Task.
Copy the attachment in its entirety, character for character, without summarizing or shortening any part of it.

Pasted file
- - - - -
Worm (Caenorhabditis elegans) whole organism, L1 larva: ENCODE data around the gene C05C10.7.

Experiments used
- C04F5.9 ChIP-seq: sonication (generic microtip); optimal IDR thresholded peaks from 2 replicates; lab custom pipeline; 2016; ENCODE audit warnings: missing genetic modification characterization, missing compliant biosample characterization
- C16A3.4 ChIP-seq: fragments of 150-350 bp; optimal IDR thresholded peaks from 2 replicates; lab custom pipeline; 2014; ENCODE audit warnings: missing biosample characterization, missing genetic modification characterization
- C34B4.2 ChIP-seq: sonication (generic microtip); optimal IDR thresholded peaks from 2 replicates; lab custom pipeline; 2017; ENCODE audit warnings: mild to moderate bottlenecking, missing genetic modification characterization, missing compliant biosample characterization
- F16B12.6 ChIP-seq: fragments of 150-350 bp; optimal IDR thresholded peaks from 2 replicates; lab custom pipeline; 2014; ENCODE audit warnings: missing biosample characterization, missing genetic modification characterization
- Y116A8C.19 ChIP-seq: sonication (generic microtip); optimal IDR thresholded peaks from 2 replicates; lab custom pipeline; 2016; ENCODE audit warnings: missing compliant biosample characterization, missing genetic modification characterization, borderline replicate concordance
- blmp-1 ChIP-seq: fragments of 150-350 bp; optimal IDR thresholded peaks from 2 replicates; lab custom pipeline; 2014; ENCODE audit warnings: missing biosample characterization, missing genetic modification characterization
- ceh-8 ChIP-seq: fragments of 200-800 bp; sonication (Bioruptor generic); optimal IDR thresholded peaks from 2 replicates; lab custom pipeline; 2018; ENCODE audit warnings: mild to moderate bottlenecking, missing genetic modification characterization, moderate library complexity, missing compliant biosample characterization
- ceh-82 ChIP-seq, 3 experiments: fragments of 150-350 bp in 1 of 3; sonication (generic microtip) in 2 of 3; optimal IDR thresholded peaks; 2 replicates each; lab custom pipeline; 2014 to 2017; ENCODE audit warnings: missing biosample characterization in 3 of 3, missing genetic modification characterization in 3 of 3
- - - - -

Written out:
Worm (Caenorhabditis elegans) whole organism, L1 larva: ENCODE data around the gene C05C10.7.

Experiments used
- C04F5.9 ChIP-seq: sonication (generic microtip); optimal IDR thresholded peaks from 2 replicates; lab custom pipeline; 2016; ENCODE audit warnings: missing genetic modification characterization, missing compliant biosample characterization
- C16A3.4 ChIP-seq: fragments of 150-350 bp; optimal IDR thresholded peaks from 2 replicates; lab custom pipeline; 2014; ENCODE audit warnings: missing biosample characterization, missing genetic modification characterization
- C34B4.2 ChIP-seq: sonication (generic microtip); optimal IDR thresholded peaks from 2 replicates; lab custom pipeline; 2017; ENCODE audit warnings: mild to moderate bottlenecking, missing genetic modification characterization, missing compliant biosample characterization
- F16B12.6 ChIP-seq: fragments of 150-350 bp; optimal IDR thresholded peaks from 2 replicates; lab custom pipeline; 2014; ENCODE audit warnings: missing biosample characterization, missing genetic modification characterization
- Y116A8C.19 ChIP-seq: sonication (generic microtip); optimal IDR thresholded peaks from 2 replicates; lab custom pipeline; 2016; ENCODE audit warnings: missing compliant biosample characterization, missing genetic modification characterization, borderline replicate concordance
- blmp-1 ChIP-seq: fragments of 150-350 bp; optimal IDR thresholded peaks from 2 replicates; lab custom pipeline; 2014; ENCODE audit warnings: missing biosample characterization, missing genetic modification characterization
- ceh-8 ChIP-seq: fragments of 200-800 bp; sonication (Bioruptor generic); optimal IDR thresholded peaks from 2 replicates; lab custom pipeline; 2018; ENCODE audit warnings: mild to moderate bottlenecking, missing genetic modification characterization, moderate library complexity, missing compliant biosample characterization
- ceh-82 ChIP-seq, 3 experiments: fragments of 150-350 bp in 1 of 3; sonication (generic microtip) in 2 of 3; optimal IDR thresholded peaks; 2 replicates each; lab custom pipeline; 2014 to 2017; ENCODE audit warnings: missing biosample characterization in 3 of 3, missing genetic modification characterization in 3 of 3